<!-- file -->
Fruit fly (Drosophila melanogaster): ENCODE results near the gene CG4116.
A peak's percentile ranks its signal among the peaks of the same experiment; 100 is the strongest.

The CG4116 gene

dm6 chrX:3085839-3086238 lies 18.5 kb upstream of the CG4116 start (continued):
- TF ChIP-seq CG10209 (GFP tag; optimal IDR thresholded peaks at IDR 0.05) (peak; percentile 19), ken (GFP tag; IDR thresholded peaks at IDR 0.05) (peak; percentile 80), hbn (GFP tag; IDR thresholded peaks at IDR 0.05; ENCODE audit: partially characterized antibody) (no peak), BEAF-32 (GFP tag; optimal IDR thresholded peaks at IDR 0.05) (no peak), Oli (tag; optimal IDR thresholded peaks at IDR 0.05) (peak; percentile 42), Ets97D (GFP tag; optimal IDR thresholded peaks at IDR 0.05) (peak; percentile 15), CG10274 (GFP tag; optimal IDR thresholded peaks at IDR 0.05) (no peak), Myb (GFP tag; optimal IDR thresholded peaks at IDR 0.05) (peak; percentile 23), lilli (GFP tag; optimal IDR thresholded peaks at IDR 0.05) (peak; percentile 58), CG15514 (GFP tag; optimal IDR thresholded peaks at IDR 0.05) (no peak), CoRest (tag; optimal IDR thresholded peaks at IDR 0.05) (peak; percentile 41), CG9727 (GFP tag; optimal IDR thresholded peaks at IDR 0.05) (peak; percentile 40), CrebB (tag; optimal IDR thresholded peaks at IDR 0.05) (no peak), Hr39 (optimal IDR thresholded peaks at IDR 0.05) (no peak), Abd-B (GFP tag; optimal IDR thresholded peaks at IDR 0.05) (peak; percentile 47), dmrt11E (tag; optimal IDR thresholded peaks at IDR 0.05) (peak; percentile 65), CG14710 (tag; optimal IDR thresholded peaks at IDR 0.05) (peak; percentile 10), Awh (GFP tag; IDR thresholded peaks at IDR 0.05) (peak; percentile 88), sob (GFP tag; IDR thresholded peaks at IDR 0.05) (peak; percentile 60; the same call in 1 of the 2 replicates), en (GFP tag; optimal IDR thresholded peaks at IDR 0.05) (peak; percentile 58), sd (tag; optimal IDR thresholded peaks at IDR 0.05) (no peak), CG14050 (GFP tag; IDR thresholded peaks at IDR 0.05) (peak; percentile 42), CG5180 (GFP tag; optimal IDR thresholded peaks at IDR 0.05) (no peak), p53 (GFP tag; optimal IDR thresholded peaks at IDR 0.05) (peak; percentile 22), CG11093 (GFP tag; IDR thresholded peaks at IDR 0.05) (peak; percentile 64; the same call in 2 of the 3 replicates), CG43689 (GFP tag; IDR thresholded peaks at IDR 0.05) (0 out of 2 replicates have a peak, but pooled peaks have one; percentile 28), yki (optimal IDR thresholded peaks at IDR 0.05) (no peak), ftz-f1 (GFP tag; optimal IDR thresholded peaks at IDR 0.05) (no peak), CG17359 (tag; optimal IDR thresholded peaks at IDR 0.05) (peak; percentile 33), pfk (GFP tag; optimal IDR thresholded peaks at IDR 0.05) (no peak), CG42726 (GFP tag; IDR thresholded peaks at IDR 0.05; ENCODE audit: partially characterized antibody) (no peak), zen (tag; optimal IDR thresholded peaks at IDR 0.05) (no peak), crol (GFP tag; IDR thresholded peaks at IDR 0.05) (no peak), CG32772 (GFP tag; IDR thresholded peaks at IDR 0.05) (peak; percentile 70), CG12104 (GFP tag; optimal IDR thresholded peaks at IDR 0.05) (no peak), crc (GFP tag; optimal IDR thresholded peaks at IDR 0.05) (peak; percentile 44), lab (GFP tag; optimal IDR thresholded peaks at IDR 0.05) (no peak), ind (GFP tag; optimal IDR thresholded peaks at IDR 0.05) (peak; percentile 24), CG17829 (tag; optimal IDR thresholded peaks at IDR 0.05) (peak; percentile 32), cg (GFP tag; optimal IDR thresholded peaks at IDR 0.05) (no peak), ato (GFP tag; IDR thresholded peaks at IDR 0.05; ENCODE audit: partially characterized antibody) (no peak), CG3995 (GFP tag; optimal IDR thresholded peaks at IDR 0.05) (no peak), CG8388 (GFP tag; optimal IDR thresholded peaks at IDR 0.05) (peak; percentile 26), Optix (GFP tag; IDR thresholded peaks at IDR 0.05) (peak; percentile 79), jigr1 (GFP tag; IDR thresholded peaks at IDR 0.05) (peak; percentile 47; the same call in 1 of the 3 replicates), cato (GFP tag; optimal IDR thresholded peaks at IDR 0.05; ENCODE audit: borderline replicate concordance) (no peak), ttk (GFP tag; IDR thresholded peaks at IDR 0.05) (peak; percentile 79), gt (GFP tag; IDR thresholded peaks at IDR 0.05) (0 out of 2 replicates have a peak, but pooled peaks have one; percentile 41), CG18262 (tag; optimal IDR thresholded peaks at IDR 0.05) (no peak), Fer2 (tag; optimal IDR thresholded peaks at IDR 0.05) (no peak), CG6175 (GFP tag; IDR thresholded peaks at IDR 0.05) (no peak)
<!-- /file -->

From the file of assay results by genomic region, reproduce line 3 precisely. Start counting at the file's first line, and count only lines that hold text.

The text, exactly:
The CG4116 gene